If x11vnc cannot be run on the special-purpose system, sometimes it can be run on a nearby computer and poll the X server frame buffer over the network. This is how proprietary X terminal devices can be accessed via x11vnc.
Although x11vnc's primary use is for X servers associated with physical graphics hardware, it can also attach to virtual X servers (whose frame buffers exist in RAM only) such as Xvfb or a Sun Ray session. x11vnc has options (-create and -svc) to start Xvfb automatically, possibly as the Unix user that logged in. The interactive response of x11vnc and Xvfb may not be as fast as Xvnc, however this mode enables features that Xvnc does not have, such as SSL encryption and Unix usernames and passwords.
The RFB (VNC) protocol is odd when compared to other network graphics protocols, such as X11 and RDP, in that there is no provision for viewer-side caching of pixel data. While this makes the client easier to implement, there is a price to pay in terms of interactive response. For example, every re-exposure of a window or background region needs to have its (compressed) pixel data resent over the network. This effect is particularly noticeable for windows with complex or photo regions (such as a web browser window) that gets iconified and deiconified or re-exposed often.
x11vnc has an experimental and somewhat brute-force implementation of client-side caching. It is enabled via the -ncache option. When creating the RFB frame buffer in this mode, x11vnc allocates a very large scratch region below the top portion used for the actual (on-screen) pixel data. x11vnc can then use the RFB CopyRect command to instruct the viewer to move rectangles of pixel data into and out of the scratch region. These moves are done locally on the viewer side. In this way x11vnc can manage the scratch region to store and retrieve pixel data without having to resend it over the network.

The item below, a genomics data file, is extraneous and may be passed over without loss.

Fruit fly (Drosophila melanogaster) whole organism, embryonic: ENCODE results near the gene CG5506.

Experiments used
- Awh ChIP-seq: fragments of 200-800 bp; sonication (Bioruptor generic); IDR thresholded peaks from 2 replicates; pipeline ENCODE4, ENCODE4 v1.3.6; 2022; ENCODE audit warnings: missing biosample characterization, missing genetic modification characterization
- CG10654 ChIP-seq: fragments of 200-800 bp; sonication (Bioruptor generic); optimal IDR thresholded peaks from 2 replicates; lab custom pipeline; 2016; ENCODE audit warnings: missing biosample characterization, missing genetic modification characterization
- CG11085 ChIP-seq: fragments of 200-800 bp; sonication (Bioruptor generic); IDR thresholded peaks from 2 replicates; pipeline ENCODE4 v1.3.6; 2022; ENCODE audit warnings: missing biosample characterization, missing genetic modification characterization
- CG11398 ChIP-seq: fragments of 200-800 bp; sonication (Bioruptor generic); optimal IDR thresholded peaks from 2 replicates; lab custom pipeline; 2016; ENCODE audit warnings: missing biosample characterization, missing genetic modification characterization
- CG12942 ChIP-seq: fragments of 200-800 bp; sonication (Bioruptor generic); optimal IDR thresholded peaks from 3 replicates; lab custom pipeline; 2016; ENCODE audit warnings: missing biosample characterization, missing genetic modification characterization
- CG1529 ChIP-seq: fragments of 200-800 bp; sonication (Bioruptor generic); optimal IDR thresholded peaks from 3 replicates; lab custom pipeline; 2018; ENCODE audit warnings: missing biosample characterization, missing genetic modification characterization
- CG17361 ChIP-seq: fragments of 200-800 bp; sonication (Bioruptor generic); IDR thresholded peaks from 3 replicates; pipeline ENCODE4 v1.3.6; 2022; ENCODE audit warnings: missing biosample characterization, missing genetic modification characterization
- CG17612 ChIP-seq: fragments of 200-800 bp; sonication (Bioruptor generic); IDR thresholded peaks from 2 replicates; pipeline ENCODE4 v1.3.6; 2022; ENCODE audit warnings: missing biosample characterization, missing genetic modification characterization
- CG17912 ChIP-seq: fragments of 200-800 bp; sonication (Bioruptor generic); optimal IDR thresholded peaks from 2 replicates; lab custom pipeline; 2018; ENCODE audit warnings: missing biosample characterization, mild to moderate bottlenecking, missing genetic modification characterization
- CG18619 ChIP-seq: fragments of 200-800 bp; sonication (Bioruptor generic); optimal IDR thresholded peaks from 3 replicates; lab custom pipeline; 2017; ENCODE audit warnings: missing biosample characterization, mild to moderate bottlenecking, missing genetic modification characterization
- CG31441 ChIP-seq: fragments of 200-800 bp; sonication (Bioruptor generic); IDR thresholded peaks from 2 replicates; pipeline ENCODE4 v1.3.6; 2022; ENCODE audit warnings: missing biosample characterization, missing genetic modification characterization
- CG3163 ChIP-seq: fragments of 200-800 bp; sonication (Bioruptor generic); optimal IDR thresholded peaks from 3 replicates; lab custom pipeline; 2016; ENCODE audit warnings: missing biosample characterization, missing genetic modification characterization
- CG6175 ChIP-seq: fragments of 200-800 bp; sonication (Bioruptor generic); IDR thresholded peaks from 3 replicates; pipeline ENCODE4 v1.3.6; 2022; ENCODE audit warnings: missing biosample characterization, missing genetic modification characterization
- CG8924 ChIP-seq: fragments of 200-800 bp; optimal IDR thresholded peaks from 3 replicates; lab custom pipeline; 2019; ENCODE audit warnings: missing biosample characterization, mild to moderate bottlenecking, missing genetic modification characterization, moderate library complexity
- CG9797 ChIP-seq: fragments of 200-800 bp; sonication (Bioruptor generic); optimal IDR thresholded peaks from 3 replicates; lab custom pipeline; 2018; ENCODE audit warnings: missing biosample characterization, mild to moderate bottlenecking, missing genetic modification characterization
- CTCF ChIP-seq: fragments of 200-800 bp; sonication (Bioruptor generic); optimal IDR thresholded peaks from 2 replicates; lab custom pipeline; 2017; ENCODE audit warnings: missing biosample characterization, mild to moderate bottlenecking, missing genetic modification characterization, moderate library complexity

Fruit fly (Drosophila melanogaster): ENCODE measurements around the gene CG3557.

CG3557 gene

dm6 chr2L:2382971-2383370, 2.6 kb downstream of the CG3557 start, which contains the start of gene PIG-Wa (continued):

x11vnc's client-side caching mode can give noticeable interactive response improvements for many activities.
Since it uses the existing RFB CopyRect command, the scheme will work with any (i.e. unmodified) VNC viewer. There are some disadvantages, however. The first is that it consumes a large amount of memory. For good performance a scratch region 10 to 20 times larger than the actual screen should be used. So instead using 5 MB for a 1280x1024 truecolor frame buffer, closer to 100 MB will be used (on both the VNC client and server sides.) This is not so much of an issue on modern computers, but would not be possible on a low memory device. Second, the VNC viewer may treat the scratch region in ways that confuse the user, for example displaying it to the user or automatically panning down into it if the mouse reaches the bottom of the real screen. The Unix VNC viewer in SSVNC automatically hides the scratch region. Finally, x11vnc's heuristics for caching and reusing window pixel data are not perfect and can lead to unexpected flashing of a window's contents and other undesired effects.
- "x11vnc README file". 4 July 2018. Retrieved 9 August 2018 – via GitHub.
- Henderson, Stuart (9 August 2018). "CVS: cvs.openbsd.org: ports". openbsd-ports-cvs (Mailing list). Retrieved 9 August 2018.
- "Releases - LibVNC/x11vnc". Retrieved 14 February 2020 – via GitHub.
- "x11vnc(1) - Linux man page". Retrieved 1 May 2020.
- See manpages for x11vnc, Xvnc, and the Xvfb article.
- "x11vnc: a VNC server for real X displays". Retrieved 1 May 2020.